Hello from North Haven.
I’ve watched and read coverage of the removal of statues of Confederate icons in New Orleans with interest in the last week. Maine is, as John Linnell puts it in his song, the “world that went south” in a lot of ways, and stars and bars flourish in surprising abundance, decorating cars and occasionally houses. Some Mainers might attribute this to a generally rebellious attitude, a love of country music, or a sense of history. But for many, the imagery brings to mind something much more sinister.
I’m caucasian and Jewish. My ancestors were making a go of it in the Pale of Settlement when the Civil War was raging over here. But I can imagine what seeing images of the Confederacy embraced and exalted by individuals and communities might feel like to someone who does have enslavement in their family history.
I can imagine it because I know what seeing imagery of the atrocity that did impact my family – the Holocaust – does to me, physically and psychologically. When I see a swastika or an iron cross, whether it’s tattooed on someone’s head, scratched into a desk, or spray painted on a wall, I have to assume that the person sporting that tattoo or scribing that graffito means it – they wish I were dead. They do not believe that I should be allowed to be a member of society. They think my Jewish child should die, and they think my husband should be punished for miscegenation. Maybe they just thought it was cool and edgy, or they were angry that day and knew a swastika would get a reaction. The intent doesn’t matter. Seeing Nazi imagery fills me with genuine fear and dread.
Germany gets it. An opinion piece by Brent Staples in the May 22 New York Times reminds us that “After the war, Germany tried to put Nazism back in its box by banning public display of swastikas and other emblems of the Third Reich. Later generations understood that to wear such an insignia was to smear oneself with history’s worst filth.” A German town would not have a statue of an important figure in the Third Reich, no matter how deeply connected the town was to the history of that regime and war. Many Germans have recent ancestors who fought and died in that war, just as many Americans lost relatives in the Civil War. But Germany understands that regardless of the economic conditions that led to Hitler’s rise, there is simply no justification for genocide, and that to publicly display symbols of that genocide is to tacitly continue to endorse it.
The historical and current atrocities committed by our government against enslaved people and their children and children’s children and so on need to be fully acknowledged by every state in the country, and for that to happen, statues of Confederate generals need to keep coming down. Confederate flags must no longer fly at any government buildings. Those who choose to advertise their businesses with the stars and bars, and who choose to display those images should understand the message they’re sending – that they believe slavery was worth fighting for, that lynchings were justified, that segregation was appropriate. That mass incarceration of people of color is justice. That the disproportionate instances of police shootings of people of color is coincidence. Our version of “history’s worst filth.” Their intent – be it to show a love of The Dukes of Hazzard or a devotion to ancestors who fought for the South – doesn’t matter. Arguing about the “true causes” of the Civil War doesn’t matter. Yes, the Civil War is an important part of our history and worthy of deep study and discussion. But there is no way around the fact that it was a war fought because states wanted to be able to determine on their own whether or not owning and abusing other human beings was legally permissible.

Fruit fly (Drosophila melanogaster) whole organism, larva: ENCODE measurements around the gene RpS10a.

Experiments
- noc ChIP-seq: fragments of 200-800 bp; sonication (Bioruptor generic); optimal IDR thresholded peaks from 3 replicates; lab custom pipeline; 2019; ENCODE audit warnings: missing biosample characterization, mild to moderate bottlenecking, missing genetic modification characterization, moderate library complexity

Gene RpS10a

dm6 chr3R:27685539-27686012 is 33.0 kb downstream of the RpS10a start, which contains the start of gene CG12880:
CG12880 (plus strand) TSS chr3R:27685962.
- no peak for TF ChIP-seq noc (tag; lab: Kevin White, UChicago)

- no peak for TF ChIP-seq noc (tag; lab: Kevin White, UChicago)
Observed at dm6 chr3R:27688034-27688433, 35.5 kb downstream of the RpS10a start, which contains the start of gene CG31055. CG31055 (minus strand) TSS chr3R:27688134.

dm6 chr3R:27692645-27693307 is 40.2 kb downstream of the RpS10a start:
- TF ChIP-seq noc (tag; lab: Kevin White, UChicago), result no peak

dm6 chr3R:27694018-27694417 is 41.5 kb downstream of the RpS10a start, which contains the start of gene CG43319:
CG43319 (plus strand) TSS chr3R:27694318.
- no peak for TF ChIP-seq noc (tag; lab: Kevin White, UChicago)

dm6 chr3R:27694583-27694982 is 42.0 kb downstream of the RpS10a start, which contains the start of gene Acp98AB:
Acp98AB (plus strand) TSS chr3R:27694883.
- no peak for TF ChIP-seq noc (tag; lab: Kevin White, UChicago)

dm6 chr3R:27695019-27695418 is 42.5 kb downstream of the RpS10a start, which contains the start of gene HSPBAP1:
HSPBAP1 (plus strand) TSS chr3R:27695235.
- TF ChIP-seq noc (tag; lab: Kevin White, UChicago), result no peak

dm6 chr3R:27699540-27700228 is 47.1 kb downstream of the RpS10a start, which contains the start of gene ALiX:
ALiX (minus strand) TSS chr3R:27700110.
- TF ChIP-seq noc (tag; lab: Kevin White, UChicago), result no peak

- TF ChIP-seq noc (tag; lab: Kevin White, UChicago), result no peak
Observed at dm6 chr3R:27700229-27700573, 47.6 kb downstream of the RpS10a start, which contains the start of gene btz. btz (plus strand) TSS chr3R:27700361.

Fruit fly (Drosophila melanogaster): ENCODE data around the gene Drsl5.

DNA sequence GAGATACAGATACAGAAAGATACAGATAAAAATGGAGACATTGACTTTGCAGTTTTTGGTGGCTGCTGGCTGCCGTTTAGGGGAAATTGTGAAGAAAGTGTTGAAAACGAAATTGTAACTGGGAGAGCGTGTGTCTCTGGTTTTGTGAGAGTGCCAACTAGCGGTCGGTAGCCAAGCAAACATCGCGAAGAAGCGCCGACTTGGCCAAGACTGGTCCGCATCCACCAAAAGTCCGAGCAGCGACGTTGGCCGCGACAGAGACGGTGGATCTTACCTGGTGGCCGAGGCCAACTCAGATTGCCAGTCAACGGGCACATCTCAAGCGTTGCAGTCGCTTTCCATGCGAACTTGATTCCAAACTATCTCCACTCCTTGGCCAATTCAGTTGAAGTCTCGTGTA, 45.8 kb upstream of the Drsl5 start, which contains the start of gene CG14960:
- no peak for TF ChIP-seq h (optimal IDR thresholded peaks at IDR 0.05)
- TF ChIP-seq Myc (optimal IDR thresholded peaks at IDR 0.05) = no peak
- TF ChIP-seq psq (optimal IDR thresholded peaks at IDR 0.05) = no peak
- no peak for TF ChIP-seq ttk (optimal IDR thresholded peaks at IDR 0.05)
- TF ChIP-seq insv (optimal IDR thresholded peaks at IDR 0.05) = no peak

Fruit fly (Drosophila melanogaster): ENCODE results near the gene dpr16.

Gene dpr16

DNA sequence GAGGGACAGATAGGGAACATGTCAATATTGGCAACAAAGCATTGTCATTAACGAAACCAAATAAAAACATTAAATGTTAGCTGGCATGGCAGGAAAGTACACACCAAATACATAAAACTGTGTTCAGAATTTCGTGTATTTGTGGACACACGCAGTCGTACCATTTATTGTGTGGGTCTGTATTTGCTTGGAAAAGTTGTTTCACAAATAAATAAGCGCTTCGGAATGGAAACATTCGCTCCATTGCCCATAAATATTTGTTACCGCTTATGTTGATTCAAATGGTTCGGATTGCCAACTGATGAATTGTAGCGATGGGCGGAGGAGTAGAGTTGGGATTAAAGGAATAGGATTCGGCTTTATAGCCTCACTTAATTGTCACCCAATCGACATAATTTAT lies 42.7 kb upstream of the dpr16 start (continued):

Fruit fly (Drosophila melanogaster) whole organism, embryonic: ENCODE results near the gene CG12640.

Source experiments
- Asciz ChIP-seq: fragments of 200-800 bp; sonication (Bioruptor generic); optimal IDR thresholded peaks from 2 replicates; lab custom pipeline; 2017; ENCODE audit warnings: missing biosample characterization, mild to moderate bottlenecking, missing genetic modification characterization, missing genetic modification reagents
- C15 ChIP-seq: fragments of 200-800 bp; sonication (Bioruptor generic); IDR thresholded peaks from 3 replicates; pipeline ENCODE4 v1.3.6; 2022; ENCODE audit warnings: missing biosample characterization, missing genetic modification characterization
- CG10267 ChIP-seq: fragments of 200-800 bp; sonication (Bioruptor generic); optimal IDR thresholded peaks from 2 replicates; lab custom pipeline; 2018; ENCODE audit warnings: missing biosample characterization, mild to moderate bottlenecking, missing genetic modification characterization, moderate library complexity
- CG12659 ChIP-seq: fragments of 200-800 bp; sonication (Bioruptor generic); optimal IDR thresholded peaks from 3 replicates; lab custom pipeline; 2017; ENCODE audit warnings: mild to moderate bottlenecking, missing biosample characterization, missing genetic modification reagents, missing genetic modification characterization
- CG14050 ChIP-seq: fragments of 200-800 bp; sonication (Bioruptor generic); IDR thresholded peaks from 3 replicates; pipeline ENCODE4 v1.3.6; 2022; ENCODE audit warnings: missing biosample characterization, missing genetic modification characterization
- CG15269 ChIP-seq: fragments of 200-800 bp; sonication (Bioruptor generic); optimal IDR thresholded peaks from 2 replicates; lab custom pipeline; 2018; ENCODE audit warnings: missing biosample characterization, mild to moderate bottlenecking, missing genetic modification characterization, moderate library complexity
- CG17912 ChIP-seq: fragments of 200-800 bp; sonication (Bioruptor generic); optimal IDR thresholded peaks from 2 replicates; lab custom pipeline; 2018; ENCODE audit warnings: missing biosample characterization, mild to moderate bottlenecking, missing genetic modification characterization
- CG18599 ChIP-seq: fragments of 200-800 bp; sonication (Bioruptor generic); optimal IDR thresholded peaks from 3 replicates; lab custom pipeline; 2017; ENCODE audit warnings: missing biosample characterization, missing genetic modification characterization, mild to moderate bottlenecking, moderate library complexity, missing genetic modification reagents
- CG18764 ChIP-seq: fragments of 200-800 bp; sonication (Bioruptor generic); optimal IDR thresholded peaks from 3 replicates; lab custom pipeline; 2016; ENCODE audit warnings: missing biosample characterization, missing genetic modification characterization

Our country’s deep commitment to freedom of speech makes the outright banning of the Confederate flag unlikely, and perhaps unnecessary. If the conversation and teaching around enslavement, the Civil War, and subsequent human rights violations can shift to acknowledge the government’s complicity, and all our cities and states can permanently remove Confederate icons from their literal pedestals, the stigma of racism might finally become stronger than the excitement of being a “rebel”.